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Ikea is the go-to department store for reasonably priced furniture, but what if we told you the DIY chair you just bought for your living room could be worth a small fortune in a few years?
Yes, just last week a new world record was set for a piece of Ikea furniture when a Cavelli armchair sold for a whopping £15,500.
The rare armchair, of which only five were made, was designed by Bengt Ruda and originally sold back in 1959 for just £20. What a profit!
The Cavelli armchair was just one of the pieces that sold for big money at leading Swedish auction house Bukowskis on 17 May.
And it wasn't the only chair that sells well, either.
The Åke armchair, manufactured in 1952–1956, originally costing £8, sold just last month for an impressive £2,863.
Meanwhile, the 'Impala' armchair designed by Gillis Lundgren, originally sold for £80 back in 1972, recently sold at an auction for £2,000.
Pontus Silfverstolpe, antiques expert and founder of Barnebys, said the auction rates of vintage Ikea pieces 'continues to surprise the auction world'.
While we might typically associate Ikea with simple, inexpensive, assemble-yourself furniture, the company often produce pieces that inevitably become collectors items.
But you can't just auction off any old Ikea desk or shelving unit and expect to rake in the cash. There's a very specific style of Swedish flat-pack furniture that's selling well among collectors.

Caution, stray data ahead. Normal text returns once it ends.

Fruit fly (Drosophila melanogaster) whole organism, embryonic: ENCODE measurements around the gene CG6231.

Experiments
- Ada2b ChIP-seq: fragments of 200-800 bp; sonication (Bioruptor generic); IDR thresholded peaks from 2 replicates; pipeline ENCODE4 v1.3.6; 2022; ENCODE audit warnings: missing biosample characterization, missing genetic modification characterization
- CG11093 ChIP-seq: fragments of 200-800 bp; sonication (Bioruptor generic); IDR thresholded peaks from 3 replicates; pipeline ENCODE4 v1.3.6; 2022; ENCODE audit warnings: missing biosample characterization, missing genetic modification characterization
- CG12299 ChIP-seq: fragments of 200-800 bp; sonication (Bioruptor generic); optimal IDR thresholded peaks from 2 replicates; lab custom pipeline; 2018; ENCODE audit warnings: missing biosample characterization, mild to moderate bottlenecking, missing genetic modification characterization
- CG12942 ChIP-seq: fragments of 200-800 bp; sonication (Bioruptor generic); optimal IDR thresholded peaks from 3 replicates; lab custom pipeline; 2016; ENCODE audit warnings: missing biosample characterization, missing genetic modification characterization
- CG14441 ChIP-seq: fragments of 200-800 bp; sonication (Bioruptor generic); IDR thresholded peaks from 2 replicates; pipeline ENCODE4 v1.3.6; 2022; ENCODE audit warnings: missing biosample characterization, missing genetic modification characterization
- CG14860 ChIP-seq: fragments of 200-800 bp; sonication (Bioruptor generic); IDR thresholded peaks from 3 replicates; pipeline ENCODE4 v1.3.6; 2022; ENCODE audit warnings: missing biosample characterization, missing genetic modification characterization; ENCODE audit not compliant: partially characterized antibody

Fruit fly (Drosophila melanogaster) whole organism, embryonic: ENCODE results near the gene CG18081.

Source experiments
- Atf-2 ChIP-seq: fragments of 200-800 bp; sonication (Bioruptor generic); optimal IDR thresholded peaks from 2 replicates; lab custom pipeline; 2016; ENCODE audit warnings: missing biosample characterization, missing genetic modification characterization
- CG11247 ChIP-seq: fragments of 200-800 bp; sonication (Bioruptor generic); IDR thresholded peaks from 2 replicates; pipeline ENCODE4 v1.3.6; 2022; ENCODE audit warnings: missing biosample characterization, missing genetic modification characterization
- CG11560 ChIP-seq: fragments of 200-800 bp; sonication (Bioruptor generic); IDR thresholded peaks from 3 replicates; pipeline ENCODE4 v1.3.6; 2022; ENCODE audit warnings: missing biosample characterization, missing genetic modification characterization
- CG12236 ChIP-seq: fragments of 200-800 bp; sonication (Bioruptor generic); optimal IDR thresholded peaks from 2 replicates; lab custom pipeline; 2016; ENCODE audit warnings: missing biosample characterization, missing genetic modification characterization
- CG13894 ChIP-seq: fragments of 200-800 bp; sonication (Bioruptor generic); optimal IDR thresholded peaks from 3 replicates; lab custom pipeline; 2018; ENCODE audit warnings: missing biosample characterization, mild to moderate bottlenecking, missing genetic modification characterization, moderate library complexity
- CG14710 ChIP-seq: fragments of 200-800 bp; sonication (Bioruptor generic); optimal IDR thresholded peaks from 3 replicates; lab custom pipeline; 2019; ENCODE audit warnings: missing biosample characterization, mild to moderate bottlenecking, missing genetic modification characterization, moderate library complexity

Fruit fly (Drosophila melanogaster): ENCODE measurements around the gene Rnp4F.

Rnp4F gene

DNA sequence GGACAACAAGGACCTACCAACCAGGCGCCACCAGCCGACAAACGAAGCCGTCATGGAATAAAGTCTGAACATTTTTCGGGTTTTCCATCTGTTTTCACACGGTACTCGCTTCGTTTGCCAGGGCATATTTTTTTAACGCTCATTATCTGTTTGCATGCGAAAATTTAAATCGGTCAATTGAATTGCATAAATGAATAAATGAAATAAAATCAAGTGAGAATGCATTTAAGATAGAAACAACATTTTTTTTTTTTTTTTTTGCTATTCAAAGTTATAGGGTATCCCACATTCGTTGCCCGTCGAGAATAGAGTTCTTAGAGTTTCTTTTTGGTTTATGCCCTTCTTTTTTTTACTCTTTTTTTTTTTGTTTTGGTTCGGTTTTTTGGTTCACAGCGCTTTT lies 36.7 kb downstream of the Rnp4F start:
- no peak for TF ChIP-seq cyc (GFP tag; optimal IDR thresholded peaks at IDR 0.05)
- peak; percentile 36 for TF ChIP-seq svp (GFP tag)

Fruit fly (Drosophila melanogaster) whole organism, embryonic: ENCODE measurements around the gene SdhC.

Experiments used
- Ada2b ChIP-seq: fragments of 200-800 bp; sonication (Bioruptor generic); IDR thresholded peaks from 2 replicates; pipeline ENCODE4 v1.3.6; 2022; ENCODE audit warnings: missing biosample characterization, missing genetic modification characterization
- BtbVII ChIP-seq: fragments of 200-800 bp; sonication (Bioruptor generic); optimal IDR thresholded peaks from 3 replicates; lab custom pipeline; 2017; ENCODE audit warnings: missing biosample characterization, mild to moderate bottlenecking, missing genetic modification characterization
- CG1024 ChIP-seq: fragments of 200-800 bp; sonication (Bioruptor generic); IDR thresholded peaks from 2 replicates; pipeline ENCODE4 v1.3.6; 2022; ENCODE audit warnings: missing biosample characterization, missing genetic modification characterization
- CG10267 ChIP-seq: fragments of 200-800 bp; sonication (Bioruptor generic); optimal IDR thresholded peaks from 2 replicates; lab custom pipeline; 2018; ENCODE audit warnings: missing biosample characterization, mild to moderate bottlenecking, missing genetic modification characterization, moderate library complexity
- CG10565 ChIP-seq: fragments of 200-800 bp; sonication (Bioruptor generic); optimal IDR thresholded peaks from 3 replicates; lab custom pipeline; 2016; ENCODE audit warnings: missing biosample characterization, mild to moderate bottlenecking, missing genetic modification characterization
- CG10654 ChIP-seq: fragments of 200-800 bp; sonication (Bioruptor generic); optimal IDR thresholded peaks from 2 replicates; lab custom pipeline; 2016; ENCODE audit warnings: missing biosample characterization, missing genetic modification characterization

Mr Silfverstolpe explained: "It is especially designer furniture from the 1950s and 1980s from Ikea that costs more and more on the second-hand market.
"The furniture that is most attractive to collectors and design enthusiasts is that they are innovative designs for their time, made of good materials and in a limited edition or manufacturing period.
"Some of these famous Ikea designs by leading artists can be considered collector's items and have become a hard currency at auction. It would not surprise me if in time some of this furniture ends up in one of the world's major design museums."
He continued: "Ironically the most expensive Ikea auction items today are almost always Ikea's flops, which were quickly discontinued due to lack of sales figures or expensive production costs."
And it's not only abstract chairs that could skyrocket in value. Ikea also has a history of collaborating with well-known artists for prints and paintings that are sold as decor in the store and become valuable in the years following.
When artist Lars Norrman created some limited-edition works for the furniture giant in the 1960s and 1970s, her piece 'The girls go to the ring' was sold for a mere £2. But recently, the piece sold at an auction for £290.
So if you've got some old-school Ikea bits in your house, it might be worth your while to do some research!
Does anyone have the number for a valuator by any chance?